Neural correlates of within-session practice effects in mild motor impairment after stroke: a preliminary investigation

Elizabeth Regan, Julius Fridriksson, Sydney Y. Schaefer, Chris Rorden, Leonardo Bonilha, Jennapher Lingo VanGilder, Jill Campbell Stewart

Research output: Contribution to journalArticlepeer-review

2 Scopus citations


While the structural integrity of the corticospinal tract (CST) has been shown to support motor performance after stroke, the neural correlates of within-session practice effects are not known. The purpose of this preliminary investigation was to examine the structural brain correlates of within-session practice effects on a functional motor task completed with the more impaired arm after stroke. Eleven individuals with mild motor impairment (mean age 57.0 ± 9.4 years, mean months post-stroke 37.0 ± 66.1, able to move ≥ 26 blocks on the Box and Blocks Test) due to left hemisphere stroke completed structural MRI and practiced a functional motor task that involved spooning beans from a start cup to three distal targets. Performance on the motor task improved with practice (p = 0.004), although response was variable. Baseline motor performance (Block 1) correlated with integrity of the CST (r = − 0.696) while within-session practice effects (change from Block 1 to Block 3) did not. Instead, practice effects correlated with degree of lesion to the superior longitudinal fasciculus (r = 0.606), a pathway that connects frontal and parietal brain regions previously shown to support motor learning. This difference between white matter tracts associated with baseline motor performance and within-session practice effects may have implications for understanding response to motor practice and the application of brain-focused intervention approaches aimed at improving hand function after stroke.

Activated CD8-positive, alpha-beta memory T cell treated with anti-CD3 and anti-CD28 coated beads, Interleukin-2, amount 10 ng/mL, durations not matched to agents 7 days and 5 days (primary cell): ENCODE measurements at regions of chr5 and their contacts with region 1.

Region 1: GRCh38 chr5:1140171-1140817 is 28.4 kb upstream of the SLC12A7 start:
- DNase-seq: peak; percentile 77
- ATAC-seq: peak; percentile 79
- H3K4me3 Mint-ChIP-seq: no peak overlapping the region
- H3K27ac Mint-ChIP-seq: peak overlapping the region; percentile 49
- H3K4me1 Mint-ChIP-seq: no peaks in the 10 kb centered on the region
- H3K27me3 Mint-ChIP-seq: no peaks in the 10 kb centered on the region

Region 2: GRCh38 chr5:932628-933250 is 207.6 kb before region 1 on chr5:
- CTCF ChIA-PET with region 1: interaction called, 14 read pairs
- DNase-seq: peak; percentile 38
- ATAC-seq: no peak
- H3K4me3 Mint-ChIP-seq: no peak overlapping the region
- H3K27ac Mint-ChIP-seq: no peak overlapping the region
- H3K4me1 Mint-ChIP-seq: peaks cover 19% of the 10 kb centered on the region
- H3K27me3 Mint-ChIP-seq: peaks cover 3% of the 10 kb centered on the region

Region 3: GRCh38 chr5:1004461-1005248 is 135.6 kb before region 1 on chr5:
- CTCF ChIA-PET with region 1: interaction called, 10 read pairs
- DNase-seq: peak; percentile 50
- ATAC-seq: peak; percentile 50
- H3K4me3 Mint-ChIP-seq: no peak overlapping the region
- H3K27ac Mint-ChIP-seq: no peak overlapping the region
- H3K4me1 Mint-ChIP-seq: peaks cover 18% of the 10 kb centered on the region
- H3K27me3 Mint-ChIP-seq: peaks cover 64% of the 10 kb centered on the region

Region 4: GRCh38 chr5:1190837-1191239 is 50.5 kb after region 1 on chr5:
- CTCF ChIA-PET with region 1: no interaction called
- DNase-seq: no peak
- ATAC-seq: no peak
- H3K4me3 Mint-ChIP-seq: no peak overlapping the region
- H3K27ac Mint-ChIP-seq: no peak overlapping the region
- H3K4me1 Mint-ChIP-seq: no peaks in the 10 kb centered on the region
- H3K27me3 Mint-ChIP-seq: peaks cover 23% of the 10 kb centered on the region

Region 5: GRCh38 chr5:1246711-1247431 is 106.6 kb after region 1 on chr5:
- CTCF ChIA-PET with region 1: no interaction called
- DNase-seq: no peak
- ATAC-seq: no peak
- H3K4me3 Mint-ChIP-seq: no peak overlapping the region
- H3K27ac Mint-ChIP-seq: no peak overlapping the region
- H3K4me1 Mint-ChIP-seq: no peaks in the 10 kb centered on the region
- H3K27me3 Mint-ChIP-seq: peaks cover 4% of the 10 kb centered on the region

Original languageEnglish (US)
Pages (from-to)151-160
Number of pages10
JournalExperimental Brain Research
Issue number1
StatePublished - Jan 2021


  • Diffusion imaging
  • Motor practice
  • Stroke
  • Upper extremity

ASJC Scopus subject areas

  • Neuroscience(all)


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